The choice of Argo for the title of this film as well is an interesting one. On one level, it draws on the mythology the same way the fictional science fiction film is presumed to - it gives the story epic overtones and a suggestion of adventure by linking it with an ancient quest story full of magic and exotic characters. But it also sounds, in English, just a little bit like another famous ship, the Ark. The subliminal suggestion of a lifeboat rescuing people from a great disaster is perfect for the film.

Other references to the ancient world are briefer, but the first line in the film refers to ancient Iran - the Persian Empire - which is a really nice beginning, as it evokes Iran's long, fascinating history before catching up to more recent events. There's also a brief exchange where John Goodman's John Chambers suggests using a script called The Horses of Achilles and Siegal declares that if it's got horses in it, it's a Western, and no one makes Westerns any more. It's very funny (Chambers does try to explain about ancient Troy) but also true in its own way - the tradition of the Western does feed into certain other genres of film, especially where horses are involved (or even camels, in The Mummy's case), and as Tony Keen has suggested, several films about Roman Britain draw on the genre of the Western in their representations of Roman-period Scotland.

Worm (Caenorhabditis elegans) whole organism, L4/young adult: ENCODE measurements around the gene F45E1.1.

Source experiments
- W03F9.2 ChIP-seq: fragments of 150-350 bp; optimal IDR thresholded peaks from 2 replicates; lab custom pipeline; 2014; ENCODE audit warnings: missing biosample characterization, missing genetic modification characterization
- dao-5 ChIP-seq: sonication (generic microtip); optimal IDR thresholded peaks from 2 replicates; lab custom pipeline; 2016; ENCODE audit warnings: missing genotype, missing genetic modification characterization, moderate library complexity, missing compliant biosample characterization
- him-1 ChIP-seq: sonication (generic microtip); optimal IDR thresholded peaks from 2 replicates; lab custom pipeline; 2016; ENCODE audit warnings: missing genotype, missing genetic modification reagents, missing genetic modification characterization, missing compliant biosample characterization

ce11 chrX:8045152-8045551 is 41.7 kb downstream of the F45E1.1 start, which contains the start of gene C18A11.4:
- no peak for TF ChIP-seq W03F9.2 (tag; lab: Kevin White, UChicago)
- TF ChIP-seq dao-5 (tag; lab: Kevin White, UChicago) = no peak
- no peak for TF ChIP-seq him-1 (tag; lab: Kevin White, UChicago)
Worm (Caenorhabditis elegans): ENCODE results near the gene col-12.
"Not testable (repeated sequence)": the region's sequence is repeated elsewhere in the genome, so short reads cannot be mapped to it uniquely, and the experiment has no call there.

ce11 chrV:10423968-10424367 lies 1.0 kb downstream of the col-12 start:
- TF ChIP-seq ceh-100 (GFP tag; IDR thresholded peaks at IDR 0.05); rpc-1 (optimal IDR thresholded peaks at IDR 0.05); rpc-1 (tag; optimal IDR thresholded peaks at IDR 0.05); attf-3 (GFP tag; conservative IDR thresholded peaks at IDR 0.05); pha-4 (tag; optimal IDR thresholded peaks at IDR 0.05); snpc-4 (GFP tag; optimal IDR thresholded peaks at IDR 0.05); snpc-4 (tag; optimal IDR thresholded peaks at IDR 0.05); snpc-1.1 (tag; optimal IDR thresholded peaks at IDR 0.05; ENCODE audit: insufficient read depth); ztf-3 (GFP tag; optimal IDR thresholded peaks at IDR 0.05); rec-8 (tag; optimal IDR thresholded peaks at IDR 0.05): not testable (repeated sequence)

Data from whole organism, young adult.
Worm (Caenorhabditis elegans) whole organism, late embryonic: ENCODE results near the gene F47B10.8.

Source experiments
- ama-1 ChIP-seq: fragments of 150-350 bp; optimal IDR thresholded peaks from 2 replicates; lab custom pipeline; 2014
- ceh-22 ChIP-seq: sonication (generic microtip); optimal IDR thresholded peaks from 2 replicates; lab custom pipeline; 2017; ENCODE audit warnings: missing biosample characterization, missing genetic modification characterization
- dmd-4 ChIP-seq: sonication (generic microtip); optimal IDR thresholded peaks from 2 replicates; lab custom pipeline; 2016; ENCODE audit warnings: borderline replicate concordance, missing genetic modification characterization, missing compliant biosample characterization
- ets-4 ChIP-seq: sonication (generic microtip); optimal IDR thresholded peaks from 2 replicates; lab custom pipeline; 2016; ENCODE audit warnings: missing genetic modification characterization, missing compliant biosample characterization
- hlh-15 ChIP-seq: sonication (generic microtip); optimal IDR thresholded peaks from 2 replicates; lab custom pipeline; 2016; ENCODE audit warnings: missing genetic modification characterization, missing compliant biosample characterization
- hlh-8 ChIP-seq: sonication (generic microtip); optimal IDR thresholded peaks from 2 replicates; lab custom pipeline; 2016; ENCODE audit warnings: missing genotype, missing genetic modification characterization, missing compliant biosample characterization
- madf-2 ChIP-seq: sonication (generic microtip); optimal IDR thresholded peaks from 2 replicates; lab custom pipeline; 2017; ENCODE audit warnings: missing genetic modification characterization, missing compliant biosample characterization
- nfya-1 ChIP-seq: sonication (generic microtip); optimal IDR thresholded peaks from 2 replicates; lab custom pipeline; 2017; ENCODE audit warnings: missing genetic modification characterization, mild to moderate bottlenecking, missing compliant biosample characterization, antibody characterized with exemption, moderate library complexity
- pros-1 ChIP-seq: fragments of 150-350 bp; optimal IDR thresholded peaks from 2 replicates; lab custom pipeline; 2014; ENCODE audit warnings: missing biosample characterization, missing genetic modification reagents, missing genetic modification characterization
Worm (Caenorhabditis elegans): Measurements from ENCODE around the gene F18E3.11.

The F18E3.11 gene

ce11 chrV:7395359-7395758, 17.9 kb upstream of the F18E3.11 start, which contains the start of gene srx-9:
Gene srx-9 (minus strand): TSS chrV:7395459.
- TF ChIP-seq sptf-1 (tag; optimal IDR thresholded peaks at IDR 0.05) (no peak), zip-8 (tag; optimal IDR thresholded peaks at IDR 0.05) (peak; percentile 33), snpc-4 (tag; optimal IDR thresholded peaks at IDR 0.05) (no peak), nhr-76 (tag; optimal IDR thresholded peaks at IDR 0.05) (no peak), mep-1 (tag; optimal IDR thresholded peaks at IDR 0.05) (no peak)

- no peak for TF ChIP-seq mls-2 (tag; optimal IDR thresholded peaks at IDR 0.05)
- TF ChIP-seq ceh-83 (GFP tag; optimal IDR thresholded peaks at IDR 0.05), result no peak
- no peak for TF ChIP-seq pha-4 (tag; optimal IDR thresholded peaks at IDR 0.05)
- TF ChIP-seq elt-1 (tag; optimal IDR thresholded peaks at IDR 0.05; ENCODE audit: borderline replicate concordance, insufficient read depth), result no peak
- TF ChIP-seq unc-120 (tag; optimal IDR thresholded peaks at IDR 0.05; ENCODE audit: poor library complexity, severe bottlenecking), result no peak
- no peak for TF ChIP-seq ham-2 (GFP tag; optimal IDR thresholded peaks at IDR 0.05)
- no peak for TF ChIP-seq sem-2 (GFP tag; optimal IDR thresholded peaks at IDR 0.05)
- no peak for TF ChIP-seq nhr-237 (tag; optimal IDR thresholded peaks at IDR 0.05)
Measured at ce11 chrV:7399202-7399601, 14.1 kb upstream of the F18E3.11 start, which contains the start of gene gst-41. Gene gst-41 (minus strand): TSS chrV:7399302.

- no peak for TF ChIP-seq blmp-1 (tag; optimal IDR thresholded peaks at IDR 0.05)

As an historian, I feel duty-bound to point out that the film is far from historically accurate, but as an historian whose knowledge of the area in question is two thousand years out of date, I am spectacularly unqualified to do so myself. Assuming Wikipedia is halfway accurate, I think my fellow Brits (and New Zealanders) may have been insulted, though out of the need to create drama rather than any malicious intent. Overall, for those of us who don't know anything about the history of the region pre-the early 1990s, the film may, possibly, do more good than harm (though I assume this depends partly on your political persuasion).